Tuesday, April 04, 2006

The Essex Green/Cannibal Sea/7.2

They're still cheery and hook-laden, although-- apropos of the times-- a little less innocent, a little less free.

Snakes On A Plane

I know it's an internet meme that's over two months old, but it had to make its way here sometime. If you don't know, "Snakes On A Plan" is the title of an upcoming movie starring Samuel Jackson. The brilliance of the title is that you know exactly what the movie's about. From the title, you also know if you're going to a) order tickets now for the summer opening, b) rent it with friends, lots of popcorn and several 40's of beer, or c) avoid it completely because life is way too short. It's a creation that unabashedly embraces its genre with little irony or second thoughts. You're either going to like "Snakes On A Plane" because of that or you won't.

Essex Green's Cannibal Sea embraces its genre of sunny, sincere pop music. For fans of indie pop, this is the record you've been waiting for this year. If you're looking for edginess, look elsewhere. If you're looking for even winking irony, you'll find none. All you'll find is various tempos of roots-oriented pop polished to a sheen by Sasha Bell's and Jeff Baron's harmonizing. The Essex Green have made a record of sincere heartfelt rock that, if you can accept it for what it is, will provide you with one of the better listens so far this year.

Personally, I like the natural sheen of Cannibal Sea. Thinking of similarities, I can hear early 10,000 Maniacs, Bettie Serveert, Opal, and even a little Let's Active. Just as there is a variety of influences, Cannibal Sea has a huge variety of sounds – from the danceable "This Isn't Farm Life" and "Cardinal Points" to the folksy "Rabbit". Some of this comes from having two strong writers. Further, both songwriters seem to enjoy experimenting with different styles. Where many records with strong past influences can become monotonous, the diversity of influences on Cannibal Sea provides the record with variety between tracks to stay interesting. Another problem of retro-influenced pop is putting style over substance. Essex Green avoids that pitfall by putting the songs first and letting the arrangements follow. The end result is a record that feels like listening to a good radio station while driving down a country road.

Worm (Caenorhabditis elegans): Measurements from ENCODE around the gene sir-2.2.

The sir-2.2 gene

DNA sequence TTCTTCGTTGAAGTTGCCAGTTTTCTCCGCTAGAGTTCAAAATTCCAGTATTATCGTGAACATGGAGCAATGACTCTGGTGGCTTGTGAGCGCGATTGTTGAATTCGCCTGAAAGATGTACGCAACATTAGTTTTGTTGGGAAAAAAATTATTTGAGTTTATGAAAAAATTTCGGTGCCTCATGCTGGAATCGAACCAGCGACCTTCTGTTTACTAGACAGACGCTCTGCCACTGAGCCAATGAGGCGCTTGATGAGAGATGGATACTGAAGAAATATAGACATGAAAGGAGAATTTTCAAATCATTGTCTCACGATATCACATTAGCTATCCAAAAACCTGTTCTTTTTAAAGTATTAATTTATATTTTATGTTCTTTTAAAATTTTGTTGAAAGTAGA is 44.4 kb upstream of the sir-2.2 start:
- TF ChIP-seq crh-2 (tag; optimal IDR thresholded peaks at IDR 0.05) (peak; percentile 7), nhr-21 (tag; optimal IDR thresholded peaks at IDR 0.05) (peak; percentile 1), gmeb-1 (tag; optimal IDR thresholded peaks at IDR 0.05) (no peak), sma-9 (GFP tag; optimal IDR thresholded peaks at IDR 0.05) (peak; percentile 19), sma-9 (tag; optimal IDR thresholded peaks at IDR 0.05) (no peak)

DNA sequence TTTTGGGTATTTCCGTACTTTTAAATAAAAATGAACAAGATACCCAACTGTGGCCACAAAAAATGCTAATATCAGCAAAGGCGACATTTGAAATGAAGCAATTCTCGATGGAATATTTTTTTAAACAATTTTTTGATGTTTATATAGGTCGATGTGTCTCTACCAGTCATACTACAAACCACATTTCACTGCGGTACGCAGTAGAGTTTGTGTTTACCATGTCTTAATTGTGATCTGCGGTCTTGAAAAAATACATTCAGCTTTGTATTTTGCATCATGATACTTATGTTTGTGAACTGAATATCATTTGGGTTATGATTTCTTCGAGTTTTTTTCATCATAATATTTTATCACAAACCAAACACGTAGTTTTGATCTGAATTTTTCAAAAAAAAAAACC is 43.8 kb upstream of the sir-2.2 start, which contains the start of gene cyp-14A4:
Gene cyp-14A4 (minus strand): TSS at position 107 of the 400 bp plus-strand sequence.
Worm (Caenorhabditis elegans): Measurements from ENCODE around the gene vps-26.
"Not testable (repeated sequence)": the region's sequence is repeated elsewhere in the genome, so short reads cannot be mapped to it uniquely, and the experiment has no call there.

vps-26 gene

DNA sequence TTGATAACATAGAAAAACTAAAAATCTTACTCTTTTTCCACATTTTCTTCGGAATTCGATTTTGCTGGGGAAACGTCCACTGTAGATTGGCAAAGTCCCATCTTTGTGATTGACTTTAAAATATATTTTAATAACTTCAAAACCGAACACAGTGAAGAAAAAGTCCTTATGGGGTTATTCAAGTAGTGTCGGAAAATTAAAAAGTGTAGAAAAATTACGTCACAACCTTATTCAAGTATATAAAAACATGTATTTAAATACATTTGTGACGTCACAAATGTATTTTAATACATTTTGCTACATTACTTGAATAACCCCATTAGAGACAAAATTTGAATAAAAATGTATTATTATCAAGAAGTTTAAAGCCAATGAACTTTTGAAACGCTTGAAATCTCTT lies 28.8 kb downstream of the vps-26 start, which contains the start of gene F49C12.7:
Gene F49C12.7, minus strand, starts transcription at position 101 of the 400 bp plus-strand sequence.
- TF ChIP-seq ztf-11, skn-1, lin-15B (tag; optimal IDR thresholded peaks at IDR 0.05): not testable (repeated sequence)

Part of my enjoyment of this record may be my fondness of boy/girl harmonies. Several points in the record just grab me – Bell's voice coming behind Baron's on the choruses of "Don't Know Why" and "Rabbit", Baron harmonizing to Bell on "Sin City" and both singers' interplay on "Penny & Jack". The rest of the instruments fill in the spaces nicely, but the real stars are the vocalists.

The Pitchfork review…well, it's adequate. Like several low 7's review, it's just a little short in the word count (387 words) and a skosh heavy on its intro. Also, I wouldn't compare Essex Green to label mates the Clientele but more to Camera Obscura. Melancholy Clientele fans may find the Essex Green a little too cheery. On the other hand, both Essex Green and Camera Obscura share a strong influence from 60's pop and both use vocal harmonies to powerful effect. Compared to other indie pop records out there, Cannibal Sea rates up there with the Case's and Destroyer's latest. It's also a more hummable record then the last two; you'll find yourself tapping your toes more often to Cannibal Sea.